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Deena Kastor ready for Vattenfall BERLIN HALF MARATHON

My goal is to run fast, then to go to London after Berlin


Deena Kastor in front of the Brandenburg Gate in Berlin.
© Victah Sailer

During the course of the 2004 Olympic Marathon, Deena Kastor became the new American star in the women’s marathon. Now 33, she ran a bravura tactical race in the brutal heat of Athens, moving through the field. Starting cautiously, she was 28th at 5 km. By halfway she was in 12th place and a minute, 37 seconds adrift, the furthest she was off the pace in the entire race. Then the US record holder, who broke the national record of Joan Benoit-Samuelson which had stood for 18 years with her 2:21:16 in London in 2003, began her move which led to the bronze.  

Bronze medal 

Her bronze medal was a further reminder of the great days of Joan Benoit-Samuelson. In 1984 she became the first women’s champion in Olympic marathon history. Since that time America had experienced several running booms but they’d not had an Olympic medallist in the marathon. That made the clamour around Kastor all the greater. A year later she won the LaSalle Bank Marathon in Chicago, missing her own US record by just nine seconds with 2:21:25. Before Chicago she set a national record in Philadelphia for the half-marathon with 1:07:53 on September 19, 2005.

Perfect timing for London 

She was in relaxed mood when she met the press shortly after flying in from Newark, New Jersey on Friday morning. Though she has used training bases in Darmstadt, near Frankfurt, when preparing for European track races, this was her first time in Berlin. Her reasons for competing in the German capital are twofold : “This race has a great reputation for fast times and it’s perfect timing for the Flora London marathon (ed note : she competes there on April 23). My goal here is to run fast, then go to London after Berlin so there won’t be a big time adjustment before the marathon.”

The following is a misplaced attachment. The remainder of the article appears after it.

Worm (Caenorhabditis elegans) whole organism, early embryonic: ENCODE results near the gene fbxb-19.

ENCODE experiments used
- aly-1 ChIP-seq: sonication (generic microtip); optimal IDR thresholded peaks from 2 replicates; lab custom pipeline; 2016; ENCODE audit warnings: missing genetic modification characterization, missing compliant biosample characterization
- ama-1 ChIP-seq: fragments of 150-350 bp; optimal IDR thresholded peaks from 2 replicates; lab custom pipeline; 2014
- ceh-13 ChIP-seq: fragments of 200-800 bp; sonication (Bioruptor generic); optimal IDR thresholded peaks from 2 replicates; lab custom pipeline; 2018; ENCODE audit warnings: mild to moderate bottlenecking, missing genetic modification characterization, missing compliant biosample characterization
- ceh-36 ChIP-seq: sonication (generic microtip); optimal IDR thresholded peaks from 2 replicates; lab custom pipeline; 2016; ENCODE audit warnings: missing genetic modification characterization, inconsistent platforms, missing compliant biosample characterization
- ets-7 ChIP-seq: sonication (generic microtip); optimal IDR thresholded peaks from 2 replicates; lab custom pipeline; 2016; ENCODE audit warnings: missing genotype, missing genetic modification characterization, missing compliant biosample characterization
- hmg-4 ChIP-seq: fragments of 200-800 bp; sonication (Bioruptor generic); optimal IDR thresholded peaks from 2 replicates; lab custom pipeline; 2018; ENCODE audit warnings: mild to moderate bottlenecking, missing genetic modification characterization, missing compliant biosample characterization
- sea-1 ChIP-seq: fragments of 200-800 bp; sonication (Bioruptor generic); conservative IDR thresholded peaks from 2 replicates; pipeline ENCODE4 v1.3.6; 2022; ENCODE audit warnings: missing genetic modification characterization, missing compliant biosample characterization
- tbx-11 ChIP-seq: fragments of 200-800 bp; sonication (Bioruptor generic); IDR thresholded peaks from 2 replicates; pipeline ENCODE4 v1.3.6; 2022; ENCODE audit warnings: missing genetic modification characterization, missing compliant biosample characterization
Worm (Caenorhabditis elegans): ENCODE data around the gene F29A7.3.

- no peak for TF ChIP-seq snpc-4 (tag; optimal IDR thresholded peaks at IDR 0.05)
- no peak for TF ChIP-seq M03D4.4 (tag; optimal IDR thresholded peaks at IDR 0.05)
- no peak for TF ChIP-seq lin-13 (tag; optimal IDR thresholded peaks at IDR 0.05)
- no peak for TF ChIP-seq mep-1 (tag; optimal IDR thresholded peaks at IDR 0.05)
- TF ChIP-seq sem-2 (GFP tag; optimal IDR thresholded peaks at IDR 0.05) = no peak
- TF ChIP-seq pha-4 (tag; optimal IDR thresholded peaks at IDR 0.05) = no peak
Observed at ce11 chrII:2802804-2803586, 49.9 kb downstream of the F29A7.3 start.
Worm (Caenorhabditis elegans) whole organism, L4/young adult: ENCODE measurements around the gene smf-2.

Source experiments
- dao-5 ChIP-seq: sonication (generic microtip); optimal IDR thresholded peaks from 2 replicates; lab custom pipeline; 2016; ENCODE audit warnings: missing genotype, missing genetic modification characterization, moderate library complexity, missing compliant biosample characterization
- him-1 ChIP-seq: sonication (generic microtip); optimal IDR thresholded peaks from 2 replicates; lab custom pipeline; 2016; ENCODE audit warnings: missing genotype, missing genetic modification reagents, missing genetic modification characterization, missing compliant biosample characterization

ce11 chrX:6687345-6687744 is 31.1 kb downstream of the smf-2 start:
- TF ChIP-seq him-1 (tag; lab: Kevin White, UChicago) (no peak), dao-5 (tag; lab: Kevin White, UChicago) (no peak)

In preparation for these twin targets, Kastor’s training has undergone some changes but she remains confident : “ I’m in good shape. We’ve changed a few things in training this year and have been in the San Francisco Bay area, away from our home in Mammoth Lakes in California. That’s at 8,000 ft (2,500m) altitude and there’s a lot of snow there. My coach Terrence Mahon wanted to refresh our training schedules this year. I’ve been focusing more on quality whereas previously I would be doing 120-mile weeks, but now am focusing on tempo runs that are close to race situations and I’m ready for this.This is my favourite distance. I’m excited to be resting up for this.”

Hoping to run 1:07 

The Berlin course record is held by Kenya’s Joyce Chepchumba with 1:08:22, set in 2000. Clearly that will be under threat, as will Kastor’s own national record of 1:07:53 from last year : “I’m hoping to run 1:07. But I’m making a conscious effort not to focus on time. Last year in Chicago I disintegrated at 8 km when Andrew (husband and physical therapist) shouted to me : “You’re on world record pace!” So the focus is not to be obsessed about times.”

Deena Kastor may well like to contemplate two further statistics : the world best this year is 1:07:26, set by the Japanese Kayoko Fukushi in Marugame, Japan on February 5, while the official world record remains the property of the now retired Elana Meyer of South Africa with1:06:44, achieved in Tokyo in 1999. 

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